The template letter, available to download on this page, has been designed for you to send to the Spanish authorities, complete with the details of your personal requirements. Please complete the letter using the guidance notes.  An example letter for ‘Mr Jones’, showing you how the template should be completed, is available to download.

The template letter should be sent, by fax, to the relevant Spanish authority. Along with the template letter, you also should send the following:

  • an enlarged copy of the European Health Insurance Card;
  • a clear photocopy of the photo page of your passport;
  • a letter or prescription from your GP or specialist giving full details of your oxygen requirements.

Downloadable Documents:
Once you have sent the oxygen request, you must then follow up with the relevant oxygen provider to confirm your request has been processed.

What if I want to travel to Spain just to get treatment?

If you want to travel to Spain just to get treatment, then you can’t use the EHIC. Instead you have to request an S2 form issued by your local health authority in the UK (speak to NHS England or your Local Health Board if you live in Wales, Scotland or Northern Ireland) or use the Cross Border Directive.

S2 route

The S2 (formerly E112) route entitles you to pre-planned state-funded treatment in another European Economic Area (EEA) country or Switzerland. In this case, treatment will be provided under the same conditions of care and payment as for residents in the country you are visiting. This could mean you have to pay a percentage of the costs personally. For more information, visit the NHS Choices website here.

How to apply: In order to obtain an S2 form, you will need to apply for funding prior to treatment. The NHS will decide whether or not to approve your application and will need to be satisfied that:

  • a UK NHS consultant has recommended in writing that you be treated in the other EEA country, and that a full clinical assessment has been carried out to demonstrate that the treatment will meet your specific needs;
  • the costs of sending you abroad for treatment are justified. The health commissioner is responsible for spending money efficiently and fairly, in the interest of all the patients they look after;
  • the treatment is available under the other country’s state health scheme;
  • you’re entitled to treatment under the NHS.

If NHS England or your Local Health Board (if you live in Wales, Scotland or Northern Ireland) approves your application, you will be issued with an S2 form.

You will then need to check with the treatment provider in Spain if they need any further documentation or if there are other arrangements to be made in advance.

What if I’m pregnant and want to give birth in Spain?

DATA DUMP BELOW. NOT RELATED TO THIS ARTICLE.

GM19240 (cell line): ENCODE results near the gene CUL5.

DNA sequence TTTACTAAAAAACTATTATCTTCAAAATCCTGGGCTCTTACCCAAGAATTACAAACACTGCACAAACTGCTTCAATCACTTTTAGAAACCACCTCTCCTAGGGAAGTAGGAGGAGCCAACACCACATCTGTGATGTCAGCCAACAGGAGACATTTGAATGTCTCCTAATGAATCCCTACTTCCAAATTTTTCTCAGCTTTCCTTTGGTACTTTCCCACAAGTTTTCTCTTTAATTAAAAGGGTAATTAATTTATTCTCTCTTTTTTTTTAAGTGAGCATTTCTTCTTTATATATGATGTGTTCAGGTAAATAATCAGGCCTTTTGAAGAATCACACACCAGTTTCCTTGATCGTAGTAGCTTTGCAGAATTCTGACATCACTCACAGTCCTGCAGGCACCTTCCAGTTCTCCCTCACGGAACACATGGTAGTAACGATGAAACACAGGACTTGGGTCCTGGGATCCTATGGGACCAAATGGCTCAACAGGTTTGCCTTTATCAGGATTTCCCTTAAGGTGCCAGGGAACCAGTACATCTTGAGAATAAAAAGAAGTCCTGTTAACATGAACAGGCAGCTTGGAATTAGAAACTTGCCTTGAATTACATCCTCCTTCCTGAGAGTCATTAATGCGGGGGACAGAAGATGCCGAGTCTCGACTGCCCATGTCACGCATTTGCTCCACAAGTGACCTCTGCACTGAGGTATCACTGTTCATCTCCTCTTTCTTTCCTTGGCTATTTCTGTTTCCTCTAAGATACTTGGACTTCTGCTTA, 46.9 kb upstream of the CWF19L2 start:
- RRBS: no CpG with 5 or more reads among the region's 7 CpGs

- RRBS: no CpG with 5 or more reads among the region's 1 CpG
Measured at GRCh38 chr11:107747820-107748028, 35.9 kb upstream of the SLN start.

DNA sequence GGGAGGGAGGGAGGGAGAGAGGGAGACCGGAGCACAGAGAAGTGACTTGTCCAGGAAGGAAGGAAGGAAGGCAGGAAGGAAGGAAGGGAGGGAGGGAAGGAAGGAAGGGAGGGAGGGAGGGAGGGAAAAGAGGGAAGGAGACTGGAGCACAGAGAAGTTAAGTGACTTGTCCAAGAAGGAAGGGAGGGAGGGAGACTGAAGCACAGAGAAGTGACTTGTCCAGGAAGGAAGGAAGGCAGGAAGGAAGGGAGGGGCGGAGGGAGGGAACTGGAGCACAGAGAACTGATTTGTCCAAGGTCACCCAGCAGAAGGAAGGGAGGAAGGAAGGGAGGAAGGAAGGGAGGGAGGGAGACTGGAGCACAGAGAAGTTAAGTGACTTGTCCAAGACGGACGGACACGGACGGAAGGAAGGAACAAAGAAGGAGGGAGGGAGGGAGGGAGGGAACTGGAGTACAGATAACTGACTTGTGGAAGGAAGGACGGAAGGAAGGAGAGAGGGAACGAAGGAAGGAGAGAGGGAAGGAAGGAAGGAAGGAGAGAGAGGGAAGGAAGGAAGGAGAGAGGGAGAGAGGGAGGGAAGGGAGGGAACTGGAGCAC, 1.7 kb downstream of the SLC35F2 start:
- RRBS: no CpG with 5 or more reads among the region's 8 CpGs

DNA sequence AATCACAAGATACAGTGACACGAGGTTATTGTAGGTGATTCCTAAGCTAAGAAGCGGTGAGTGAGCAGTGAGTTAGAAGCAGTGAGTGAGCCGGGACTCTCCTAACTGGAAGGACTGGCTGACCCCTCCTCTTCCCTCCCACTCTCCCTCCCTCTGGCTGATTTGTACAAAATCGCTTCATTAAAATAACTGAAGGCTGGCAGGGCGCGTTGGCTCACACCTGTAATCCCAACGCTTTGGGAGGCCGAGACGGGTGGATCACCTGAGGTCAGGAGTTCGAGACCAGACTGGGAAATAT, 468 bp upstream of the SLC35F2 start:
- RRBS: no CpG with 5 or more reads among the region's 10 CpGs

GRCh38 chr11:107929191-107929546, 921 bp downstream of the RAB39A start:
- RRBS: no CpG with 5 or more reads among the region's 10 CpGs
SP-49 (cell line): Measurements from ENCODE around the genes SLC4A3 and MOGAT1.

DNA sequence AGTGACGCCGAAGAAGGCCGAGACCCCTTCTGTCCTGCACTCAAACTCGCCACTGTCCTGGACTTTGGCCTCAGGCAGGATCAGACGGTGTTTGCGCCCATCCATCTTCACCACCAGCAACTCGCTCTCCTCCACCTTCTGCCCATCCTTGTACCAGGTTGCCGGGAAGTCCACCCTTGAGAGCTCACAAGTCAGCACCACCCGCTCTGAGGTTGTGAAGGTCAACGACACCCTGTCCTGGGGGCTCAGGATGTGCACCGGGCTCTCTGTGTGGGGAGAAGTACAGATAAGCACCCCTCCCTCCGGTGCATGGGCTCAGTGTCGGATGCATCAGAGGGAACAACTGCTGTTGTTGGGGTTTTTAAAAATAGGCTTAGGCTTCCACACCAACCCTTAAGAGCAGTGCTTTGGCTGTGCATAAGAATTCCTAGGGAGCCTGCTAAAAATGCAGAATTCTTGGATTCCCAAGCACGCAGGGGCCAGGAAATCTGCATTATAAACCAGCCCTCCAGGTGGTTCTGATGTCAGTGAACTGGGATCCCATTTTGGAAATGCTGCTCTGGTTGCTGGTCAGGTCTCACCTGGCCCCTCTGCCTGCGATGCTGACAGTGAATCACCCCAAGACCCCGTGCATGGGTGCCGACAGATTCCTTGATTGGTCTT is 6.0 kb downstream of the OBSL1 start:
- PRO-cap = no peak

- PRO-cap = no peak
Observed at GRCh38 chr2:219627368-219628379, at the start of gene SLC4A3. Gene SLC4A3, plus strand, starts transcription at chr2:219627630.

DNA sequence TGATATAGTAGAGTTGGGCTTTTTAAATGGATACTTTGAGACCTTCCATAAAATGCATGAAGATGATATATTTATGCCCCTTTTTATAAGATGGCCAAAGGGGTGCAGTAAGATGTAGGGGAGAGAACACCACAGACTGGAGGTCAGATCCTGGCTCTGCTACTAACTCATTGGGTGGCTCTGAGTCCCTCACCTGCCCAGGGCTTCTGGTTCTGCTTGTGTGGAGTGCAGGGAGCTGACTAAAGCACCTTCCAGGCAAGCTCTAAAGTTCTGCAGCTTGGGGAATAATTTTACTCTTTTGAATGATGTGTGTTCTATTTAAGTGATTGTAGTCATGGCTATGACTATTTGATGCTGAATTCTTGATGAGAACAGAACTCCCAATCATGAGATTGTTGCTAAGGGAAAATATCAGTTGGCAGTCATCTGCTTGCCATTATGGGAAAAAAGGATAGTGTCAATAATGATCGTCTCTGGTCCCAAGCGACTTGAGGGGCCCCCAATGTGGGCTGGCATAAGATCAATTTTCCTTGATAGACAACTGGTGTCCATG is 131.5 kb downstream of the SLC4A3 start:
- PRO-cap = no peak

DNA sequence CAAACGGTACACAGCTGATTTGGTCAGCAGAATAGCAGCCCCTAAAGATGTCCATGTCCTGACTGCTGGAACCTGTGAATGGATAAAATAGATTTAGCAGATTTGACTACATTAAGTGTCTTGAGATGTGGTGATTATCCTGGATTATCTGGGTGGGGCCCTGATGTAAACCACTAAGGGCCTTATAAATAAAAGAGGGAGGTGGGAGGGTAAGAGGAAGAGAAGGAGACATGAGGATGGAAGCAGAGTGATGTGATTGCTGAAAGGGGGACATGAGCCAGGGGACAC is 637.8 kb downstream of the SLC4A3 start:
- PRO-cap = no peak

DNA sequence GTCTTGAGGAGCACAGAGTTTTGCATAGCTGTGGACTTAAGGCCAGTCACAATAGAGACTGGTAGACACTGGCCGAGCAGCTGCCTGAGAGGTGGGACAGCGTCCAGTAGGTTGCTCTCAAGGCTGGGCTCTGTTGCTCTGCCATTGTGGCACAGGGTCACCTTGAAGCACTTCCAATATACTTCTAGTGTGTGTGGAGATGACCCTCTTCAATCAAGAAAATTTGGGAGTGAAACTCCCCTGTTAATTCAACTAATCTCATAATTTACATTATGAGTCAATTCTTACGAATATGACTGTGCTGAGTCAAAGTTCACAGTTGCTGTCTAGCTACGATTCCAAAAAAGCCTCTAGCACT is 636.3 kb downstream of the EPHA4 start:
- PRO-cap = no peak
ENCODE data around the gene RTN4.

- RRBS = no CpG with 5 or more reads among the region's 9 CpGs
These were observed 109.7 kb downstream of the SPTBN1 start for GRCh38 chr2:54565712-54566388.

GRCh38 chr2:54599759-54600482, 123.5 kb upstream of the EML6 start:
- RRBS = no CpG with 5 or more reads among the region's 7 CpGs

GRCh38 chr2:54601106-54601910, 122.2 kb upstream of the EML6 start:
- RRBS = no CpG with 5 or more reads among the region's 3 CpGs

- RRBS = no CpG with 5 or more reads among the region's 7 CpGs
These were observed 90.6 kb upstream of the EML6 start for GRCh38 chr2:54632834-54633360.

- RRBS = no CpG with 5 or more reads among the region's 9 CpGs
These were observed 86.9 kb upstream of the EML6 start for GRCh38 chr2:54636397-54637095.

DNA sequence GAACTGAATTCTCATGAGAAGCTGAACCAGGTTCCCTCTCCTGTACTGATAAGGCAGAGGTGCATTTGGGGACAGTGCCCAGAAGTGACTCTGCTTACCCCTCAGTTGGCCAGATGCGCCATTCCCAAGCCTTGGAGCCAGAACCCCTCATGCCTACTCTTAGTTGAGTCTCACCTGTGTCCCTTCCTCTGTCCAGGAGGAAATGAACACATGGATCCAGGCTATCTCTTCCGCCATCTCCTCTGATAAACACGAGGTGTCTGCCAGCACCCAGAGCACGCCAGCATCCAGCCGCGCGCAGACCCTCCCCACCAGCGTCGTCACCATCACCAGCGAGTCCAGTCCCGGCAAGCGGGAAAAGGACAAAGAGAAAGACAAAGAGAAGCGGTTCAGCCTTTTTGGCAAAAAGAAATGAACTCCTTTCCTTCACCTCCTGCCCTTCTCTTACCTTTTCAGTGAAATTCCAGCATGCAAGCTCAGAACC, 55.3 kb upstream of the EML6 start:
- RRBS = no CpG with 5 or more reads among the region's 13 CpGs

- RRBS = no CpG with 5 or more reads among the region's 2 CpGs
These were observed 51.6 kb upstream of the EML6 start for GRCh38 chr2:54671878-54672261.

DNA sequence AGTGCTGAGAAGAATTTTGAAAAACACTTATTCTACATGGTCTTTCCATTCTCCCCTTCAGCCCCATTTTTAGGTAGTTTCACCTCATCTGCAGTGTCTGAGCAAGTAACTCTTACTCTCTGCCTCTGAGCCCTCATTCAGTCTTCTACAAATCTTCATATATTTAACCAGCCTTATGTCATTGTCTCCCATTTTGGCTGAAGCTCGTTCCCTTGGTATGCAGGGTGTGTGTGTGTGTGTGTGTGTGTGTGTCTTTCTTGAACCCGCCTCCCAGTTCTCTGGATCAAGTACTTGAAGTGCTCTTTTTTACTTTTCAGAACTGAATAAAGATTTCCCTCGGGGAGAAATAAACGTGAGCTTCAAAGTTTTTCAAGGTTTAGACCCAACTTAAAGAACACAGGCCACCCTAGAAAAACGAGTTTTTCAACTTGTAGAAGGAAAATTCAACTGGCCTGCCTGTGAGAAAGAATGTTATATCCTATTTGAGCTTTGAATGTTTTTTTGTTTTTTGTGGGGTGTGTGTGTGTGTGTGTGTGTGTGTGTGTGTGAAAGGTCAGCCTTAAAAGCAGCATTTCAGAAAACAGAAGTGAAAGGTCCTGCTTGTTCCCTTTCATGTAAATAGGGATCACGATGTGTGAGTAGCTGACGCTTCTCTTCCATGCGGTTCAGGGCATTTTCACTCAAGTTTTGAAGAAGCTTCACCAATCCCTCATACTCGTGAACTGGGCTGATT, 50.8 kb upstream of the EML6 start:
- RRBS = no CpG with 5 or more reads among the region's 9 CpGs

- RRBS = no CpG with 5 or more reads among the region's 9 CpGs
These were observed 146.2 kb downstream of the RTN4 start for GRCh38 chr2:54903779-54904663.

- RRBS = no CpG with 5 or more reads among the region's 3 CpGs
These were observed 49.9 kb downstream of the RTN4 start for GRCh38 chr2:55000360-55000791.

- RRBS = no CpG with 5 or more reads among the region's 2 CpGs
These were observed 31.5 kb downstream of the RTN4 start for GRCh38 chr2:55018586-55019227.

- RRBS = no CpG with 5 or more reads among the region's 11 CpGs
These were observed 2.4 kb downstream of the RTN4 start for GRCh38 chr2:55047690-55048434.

You have to apply for form S2 through the Overseas Healthcare Team. The EHIC won‘t cover you. For more information on giving birth abroad, please click here.

EU Cross Border Directive

This directive allows patients to seek treatment abroad, pay the costs up front, and then seek reimbursement from their country of residence upon their return. You would be entitled to apply for treatment under the Cross-Border Directive as long as the treatment is considered medically necessary and would be made available to you under the state system in Spain. It covers both treatment given in state-run hospitals and by private service providers. Please note that you will only be reimbursed up to the amount the operation would have cost if you were to have been treated by the NHS in the UK.

Treatment may need to be pre-arranged and authorised by both the UK and Spanish health authorities in advance. For more information on the EU Cross Border Directive, please click here. If you are travelling from Wales, Scotland or Northern Ireland you will need to contact the appropriate authority to enquire whether your planned treatment needs pre-authorisation.

Ministry of Health, Social Services and Equality



Further national contact points, including that of the UK, can be found in the leaflet here.



Any treatment provided is on the same terms as an insured national of the country you are visiting, so if a Spanish national is required to pay a fee towards their treatment in Spain, customers would also have to pay the same fee. In Spain, people pay between 10% and 60% towards prescriptions. However, if you are of working age, you will need to pay 50% on prescriptions with your UK EHIC and if you are a pensioner you will pay 10%. Pensioners should not be required to provide proof of their pensioner status.

If you are currently taking regular prescriptions in the UK and will need to acquire more during your stay in Spain, please make sure you request an EU cross border prescription from your GP in the UK before travelling. Find out what certain criteria needs to be on your prescription form from the NHS Choices website here. If you are already in Spain and forgot to do this, please go to the nearest local health centre with your passport and EHIC and request a prescription from the GP.

For more information on medications subsidised by the public healthcare system in Spain, their availability and costs, please read the information here.